Researchers at the Energy Frontier Research Center of the University of North Carolina-Chapel Hill (UNC-Chapel Hill) have developed a new device that converts the sun's energy into hydrogen fuel and stores it for use at nights.
The new solution, known as 'dye-sensitized photoelectrosynthesis cell (DSPEC)' will address the fundamental problems of storing power for later use and using it even after the sun goes down.
The cell will use the sun's energy to split water into its atomic-level component parts including hydrogen fuel and the byproduct oxygen.
After the split, hydrogen is sequestered and stored, and can used as fuel, generating only water as waste that can be recycled to be split again, while oxygen is released into the air.
UNC College of Arts and Sciences Professor of Chemistry Tom Meyer, who led the research, said it is very difficult to split water as four electrons is required to be taken away from two water molecules, transfer them somewhere else, make hydrogen and then keep the hydrogen and oxygen separated.
"How to design molecules capable of doing that is a really big challenge that we've begun to overcome," said Meyer.
Meyer's design is composed of basic components: a molecule called a chromophore-catalyst assembly that absorbs sunlight and then begins the catalyst to rip electrons away from water; and a nanoparticle, to which many chromophore-catalyst assemblies are attached, is part of a film that shuttles away electrons.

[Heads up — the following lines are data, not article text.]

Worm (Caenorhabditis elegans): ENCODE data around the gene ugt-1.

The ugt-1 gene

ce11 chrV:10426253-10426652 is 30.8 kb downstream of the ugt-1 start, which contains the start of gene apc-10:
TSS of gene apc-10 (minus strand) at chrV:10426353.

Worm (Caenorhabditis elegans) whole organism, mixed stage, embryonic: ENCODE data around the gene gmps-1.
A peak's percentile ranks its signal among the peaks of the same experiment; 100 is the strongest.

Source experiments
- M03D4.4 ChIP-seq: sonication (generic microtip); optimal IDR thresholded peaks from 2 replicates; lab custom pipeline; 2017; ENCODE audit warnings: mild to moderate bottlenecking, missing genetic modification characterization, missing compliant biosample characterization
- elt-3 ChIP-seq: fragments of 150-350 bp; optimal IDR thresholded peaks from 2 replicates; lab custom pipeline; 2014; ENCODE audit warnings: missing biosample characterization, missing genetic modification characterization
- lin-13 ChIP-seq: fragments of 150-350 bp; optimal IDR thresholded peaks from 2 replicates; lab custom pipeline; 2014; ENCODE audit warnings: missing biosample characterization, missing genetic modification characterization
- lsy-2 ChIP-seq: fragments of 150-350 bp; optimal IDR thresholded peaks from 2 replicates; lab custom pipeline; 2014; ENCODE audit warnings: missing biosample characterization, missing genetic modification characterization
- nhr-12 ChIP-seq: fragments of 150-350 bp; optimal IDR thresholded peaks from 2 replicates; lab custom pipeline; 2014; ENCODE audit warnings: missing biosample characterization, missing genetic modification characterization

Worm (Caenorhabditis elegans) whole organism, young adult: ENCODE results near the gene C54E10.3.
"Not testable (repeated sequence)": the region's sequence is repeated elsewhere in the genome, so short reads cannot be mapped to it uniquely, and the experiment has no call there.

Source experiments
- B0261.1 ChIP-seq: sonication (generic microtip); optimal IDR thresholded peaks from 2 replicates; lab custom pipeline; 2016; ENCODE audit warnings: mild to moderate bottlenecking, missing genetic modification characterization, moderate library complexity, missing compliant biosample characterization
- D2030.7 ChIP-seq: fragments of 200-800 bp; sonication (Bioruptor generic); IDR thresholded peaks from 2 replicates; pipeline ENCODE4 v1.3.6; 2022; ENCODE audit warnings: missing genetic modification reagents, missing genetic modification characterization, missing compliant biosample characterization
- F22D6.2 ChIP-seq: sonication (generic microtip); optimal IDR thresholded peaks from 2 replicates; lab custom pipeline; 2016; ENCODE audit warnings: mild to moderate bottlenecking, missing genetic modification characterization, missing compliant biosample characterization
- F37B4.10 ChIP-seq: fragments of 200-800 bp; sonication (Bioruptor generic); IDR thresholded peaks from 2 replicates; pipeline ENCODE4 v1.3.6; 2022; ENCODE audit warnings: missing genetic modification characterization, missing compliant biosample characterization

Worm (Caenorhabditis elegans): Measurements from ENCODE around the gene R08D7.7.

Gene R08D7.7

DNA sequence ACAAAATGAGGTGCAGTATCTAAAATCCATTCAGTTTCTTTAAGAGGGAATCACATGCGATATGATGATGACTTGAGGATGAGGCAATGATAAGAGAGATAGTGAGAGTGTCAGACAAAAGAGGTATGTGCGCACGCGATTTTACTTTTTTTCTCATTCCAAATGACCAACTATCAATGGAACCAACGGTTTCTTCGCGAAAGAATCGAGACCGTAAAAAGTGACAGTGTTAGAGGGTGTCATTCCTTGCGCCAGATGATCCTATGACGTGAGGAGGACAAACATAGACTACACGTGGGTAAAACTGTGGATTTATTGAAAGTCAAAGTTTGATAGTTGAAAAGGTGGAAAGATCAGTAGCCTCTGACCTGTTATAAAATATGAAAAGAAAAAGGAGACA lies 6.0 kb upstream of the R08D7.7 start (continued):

The design did not work smoothly, and hence Meyer turned to NCSU's Parsons group to use a method of coating the nanoparticle with a thin layer of titanium dioxide and the researchers then found that the nanoparticle could carry away electrons quickly, with the freed electrons available to make hydrogen.
Additionally, the researchers have also found the way to build a protective coating that keeps the chromophore-catalyst assembly attached to the nanoparticle.
The researchers conclude that Meyer's new system can turn the sun's energy into fuel with almost no external power, with electrons flowing freely through the nanoparticle and the tether stabilized.
Image: Tom Meyer, Arey Distinguished Professor of Chemistry at UNC's College of Arts and Sciences. Photo: courtesy of University of North Carolina-Chapel Hill.